There is no consensus on the management of locally advanced pancreatic cancer with either chemotherapy or combined modality approaches being employed.
No published meta-analysis has included randomized controlled trials employing radiation therapy.
|11 trials involving 794 patients were identified|
|British Journal of Cancer|
Dr Ghaneh and colleagues from England undertook a systematic review.
The research team compared chemoradiation followed by chemotherapy, a combined modality therapy, with best supportive care.
The team also compared radiotherapy with chemo radiation, and radiotherapy with combined modality therapy .
The team then compared chemotherapy with combined modality therapy.
In addition, 5-fluorouracil-based combined modality treatment was compared with another-agent-based combined modality therapy.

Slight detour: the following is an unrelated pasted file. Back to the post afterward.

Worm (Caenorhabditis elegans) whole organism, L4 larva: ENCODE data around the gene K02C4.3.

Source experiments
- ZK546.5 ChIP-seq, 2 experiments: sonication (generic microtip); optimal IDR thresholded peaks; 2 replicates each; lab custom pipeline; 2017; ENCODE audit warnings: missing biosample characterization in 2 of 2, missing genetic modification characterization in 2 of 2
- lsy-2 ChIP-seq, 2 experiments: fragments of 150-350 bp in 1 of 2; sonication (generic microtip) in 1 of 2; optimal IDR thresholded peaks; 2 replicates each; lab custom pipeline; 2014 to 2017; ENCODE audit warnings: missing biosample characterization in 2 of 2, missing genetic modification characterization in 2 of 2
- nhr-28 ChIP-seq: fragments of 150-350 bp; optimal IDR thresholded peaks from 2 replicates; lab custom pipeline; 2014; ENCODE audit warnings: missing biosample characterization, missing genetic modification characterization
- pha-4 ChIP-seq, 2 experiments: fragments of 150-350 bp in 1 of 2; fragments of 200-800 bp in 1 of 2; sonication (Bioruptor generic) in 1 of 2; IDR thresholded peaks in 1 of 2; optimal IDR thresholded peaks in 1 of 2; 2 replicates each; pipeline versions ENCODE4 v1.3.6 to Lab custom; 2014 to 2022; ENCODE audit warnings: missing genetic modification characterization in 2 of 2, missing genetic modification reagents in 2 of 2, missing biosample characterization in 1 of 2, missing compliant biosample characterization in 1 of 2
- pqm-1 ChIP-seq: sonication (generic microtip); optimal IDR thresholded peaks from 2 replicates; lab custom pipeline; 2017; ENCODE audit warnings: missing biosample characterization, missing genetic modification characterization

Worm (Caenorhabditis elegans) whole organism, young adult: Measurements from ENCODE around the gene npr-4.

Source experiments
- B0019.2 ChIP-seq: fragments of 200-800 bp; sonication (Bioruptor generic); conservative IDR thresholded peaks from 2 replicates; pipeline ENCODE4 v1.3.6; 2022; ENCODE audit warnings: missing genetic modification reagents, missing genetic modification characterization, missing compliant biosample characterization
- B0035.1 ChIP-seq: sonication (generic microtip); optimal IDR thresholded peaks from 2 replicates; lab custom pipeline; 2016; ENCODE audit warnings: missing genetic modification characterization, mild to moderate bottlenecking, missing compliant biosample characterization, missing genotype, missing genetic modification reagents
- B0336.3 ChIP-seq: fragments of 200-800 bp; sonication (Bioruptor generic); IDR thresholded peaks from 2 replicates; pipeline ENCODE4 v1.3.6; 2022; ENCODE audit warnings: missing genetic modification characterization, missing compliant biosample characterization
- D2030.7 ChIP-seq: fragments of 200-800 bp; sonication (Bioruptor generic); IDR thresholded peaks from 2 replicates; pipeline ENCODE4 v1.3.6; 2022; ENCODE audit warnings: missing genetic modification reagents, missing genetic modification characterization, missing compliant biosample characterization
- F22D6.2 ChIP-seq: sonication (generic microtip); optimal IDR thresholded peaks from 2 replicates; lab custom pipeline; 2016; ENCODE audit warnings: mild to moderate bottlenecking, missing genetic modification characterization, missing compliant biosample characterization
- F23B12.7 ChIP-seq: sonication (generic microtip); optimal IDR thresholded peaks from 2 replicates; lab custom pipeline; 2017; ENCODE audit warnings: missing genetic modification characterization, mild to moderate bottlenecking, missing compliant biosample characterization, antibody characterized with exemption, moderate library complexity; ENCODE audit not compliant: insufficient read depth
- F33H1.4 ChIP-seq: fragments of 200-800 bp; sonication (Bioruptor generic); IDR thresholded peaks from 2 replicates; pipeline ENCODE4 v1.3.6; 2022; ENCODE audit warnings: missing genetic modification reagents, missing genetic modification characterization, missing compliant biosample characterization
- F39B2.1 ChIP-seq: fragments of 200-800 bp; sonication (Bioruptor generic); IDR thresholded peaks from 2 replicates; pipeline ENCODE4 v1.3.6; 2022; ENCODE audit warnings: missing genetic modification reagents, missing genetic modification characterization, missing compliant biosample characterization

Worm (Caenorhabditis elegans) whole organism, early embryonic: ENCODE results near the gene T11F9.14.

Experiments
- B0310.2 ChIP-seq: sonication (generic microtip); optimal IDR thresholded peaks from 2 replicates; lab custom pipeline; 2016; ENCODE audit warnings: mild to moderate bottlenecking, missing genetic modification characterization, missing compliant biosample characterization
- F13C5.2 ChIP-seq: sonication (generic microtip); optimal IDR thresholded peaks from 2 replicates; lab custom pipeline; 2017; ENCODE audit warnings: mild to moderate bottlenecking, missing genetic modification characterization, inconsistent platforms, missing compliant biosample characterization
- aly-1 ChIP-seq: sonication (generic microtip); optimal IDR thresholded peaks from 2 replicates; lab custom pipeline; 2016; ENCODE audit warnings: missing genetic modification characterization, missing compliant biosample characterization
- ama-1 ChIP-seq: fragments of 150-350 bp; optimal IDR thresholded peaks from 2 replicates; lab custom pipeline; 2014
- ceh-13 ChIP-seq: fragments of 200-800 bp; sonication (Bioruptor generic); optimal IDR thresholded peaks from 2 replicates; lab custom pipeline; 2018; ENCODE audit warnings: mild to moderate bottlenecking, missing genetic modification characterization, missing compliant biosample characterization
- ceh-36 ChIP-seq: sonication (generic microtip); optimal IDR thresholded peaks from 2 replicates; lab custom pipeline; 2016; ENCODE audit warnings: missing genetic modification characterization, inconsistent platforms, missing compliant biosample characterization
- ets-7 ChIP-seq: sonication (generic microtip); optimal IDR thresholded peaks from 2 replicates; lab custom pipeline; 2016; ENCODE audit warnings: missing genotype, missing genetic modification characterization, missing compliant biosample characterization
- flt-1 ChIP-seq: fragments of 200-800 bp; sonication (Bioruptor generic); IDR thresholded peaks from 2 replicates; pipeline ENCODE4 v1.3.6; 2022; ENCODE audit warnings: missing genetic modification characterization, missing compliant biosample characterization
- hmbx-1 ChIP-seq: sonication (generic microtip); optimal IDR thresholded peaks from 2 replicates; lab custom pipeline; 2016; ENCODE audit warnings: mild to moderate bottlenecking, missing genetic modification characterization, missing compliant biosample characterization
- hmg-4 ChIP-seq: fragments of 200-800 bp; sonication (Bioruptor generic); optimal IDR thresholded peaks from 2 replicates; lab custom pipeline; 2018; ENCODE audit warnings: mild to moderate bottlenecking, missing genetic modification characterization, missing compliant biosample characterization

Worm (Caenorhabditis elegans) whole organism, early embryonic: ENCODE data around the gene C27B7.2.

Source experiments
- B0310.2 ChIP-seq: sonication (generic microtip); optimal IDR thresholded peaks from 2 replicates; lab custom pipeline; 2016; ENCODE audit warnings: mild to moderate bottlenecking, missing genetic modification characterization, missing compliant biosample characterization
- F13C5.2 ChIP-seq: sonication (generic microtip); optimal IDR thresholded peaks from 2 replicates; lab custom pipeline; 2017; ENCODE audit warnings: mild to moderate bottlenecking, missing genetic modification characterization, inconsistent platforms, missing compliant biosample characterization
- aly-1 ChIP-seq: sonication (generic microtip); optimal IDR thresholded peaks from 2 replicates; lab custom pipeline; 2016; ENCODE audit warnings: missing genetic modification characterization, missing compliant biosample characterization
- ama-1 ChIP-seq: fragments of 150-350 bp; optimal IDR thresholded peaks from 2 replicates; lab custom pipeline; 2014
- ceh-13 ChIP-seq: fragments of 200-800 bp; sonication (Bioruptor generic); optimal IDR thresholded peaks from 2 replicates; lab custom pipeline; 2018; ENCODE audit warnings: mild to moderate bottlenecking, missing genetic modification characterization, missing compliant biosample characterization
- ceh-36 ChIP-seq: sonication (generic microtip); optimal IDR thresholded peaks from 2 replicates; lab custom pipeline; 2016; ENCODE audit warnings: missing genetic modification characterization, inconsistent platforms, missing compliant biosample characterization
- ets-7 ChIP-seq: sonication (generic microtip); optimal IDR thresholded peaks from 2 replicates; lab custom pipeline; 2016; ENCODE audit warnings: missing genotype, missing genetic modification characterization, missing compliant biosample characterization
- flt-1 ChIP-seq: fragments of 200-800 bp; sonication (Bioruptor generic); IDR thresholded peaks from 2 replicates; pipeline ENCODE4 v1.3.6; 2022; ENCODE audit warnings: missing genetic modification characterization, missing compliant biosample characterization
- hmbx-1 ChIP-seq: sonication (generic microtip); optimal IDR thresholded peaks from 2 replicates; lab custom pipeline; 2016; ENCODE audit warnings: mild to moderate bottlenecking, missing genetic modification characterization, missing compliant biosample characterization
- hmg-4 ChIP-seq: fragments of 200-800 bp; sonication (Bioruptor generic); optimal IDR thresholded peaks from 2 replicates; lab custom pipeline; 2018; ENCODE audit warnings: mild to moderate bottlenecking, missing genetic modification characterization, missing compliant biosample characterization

The researchers identified relevant trials by searching databases, trial registers and conference proceedings.
The primary end point was overall survival.
The team's secondary end points were progression-free survival/time-to-progression, response rate and adverse events.
Survival data were summarized using hazard ratio and response-rate to adverse-event data with relative risk.
The researchers identified 11 trials involving 794 patients that met the inclusion criteria.
The team found that length of survival with chemoradiation was increased compared with radiotherapy alone.
However, chemoradiation followed by chemotherapy did not lead to a survival advantage over chemotherapy alone.
The team was unable to perform meta-analyses for the other comparisons.
A survival benefit was demonstrated for chemoradiation over radiotherapy alone.
Dr Ghaneh's team concluded, “Chemoradiation followed by chemotherapy did not demonstrate any survival advantage over chemotherapy alone.”
“Important clinical differences cannot be ruled out due to the wide confidence interval.”